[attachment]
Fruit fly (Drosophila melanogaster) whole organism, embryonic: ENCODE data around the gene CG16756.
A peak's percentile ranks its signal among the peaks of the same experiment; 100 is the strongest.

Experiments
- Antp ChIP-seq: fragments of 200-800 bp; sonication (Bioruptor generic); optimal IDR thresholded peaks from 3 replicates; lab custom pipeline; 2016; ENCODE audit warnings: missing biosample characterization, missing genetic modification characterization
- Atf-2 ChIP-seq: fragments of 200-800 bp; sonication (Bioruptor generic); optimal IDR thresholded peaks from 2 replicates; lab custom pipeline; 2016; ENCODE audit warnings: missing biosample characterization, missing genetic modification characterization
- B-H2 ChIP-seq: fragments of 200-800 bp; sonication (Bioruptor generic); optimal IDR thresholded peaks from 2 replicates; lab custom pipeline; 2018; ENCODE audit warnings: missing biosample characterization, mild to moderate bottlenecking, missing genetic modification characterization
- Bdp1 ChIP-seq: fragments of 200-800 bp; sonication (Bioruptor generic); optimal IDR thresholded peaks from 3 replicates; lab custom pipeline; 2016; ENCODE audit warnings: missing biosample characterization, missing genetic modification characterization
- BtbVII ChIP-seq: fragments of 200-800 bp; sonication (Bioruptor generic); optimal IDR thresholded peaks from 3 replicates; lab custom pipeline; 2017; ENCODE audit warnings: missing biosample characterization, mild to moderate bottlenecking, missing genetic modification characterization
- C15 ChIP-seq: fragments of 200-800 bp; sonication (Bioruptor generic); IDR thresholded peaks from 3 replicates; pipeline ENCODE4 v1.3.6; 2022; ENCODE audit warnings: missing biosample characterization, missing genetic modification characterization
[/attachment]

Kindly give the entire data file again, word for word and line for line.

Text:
Fruit fly (Drosophila melanogaster) whole organism, embryonic: ENCODE data around the gene CG16756.
A peak's percentile ranks its signal among the peaks of the same experiment; 100 is the strongest.

Experiments
- Antp ChIP-seq: fragments of 200-800 bp; sonication (Bioruptor generic); optimal IDR thresholded peaks from 3 replicates; lab custom pipeline; 2016; ENCODE audit warnings: missing biosample characterization, missing genetic modification characterization
- Atf-2 ChIP-seq: fragments of 200-800 bp; sonication (Bioruptor generic); optimal IDR thresholded peaks from 2 replicates; lab custom pipeline; 2016; ENCODE audit warnings: missing biosample characterization, missing genetic modification characterization
- B-H2 ChIP-seq: fragments of 200-800 bp; sonication (Bioruptor generic); optimal IDR thresholded peaks from 2 replicates; lab custom pipeline; 2018; ENCODE audit warnings: missing biosample characterization, mild to moderate bottlenecking, missing genetic modification characterization
- Bdp1 ChIP-seq: fragments of 200-800 bp; sonication (Bioruptor generic); optimal IDR thresholded peaks from 3 replicates; lab custom pipeline; 2016; ENCODE audit warnings: missing biosample characterization, missing genetic modification characterization
- BtbVII ChIP-seq: fragments of 200-800 bp; sonication (Bioruptor generic); optimal IDR thresholded peaks from 3 replicates; lab custom pipeline; 2017; ENCODE audit warnings: missing biosample characterization, mild to moderate bottlenecking, missing genetic modification characterization
- C15 ChIP-seq: fragments of 200-800 bp; sonication (Bioruptor generic); IDR thresholded peaks from 3 replicates; pipeline ENCODE4 v1.3.6; 2022; ENCODE audit warnings: missing biosample characterization, missing genetic modification characterization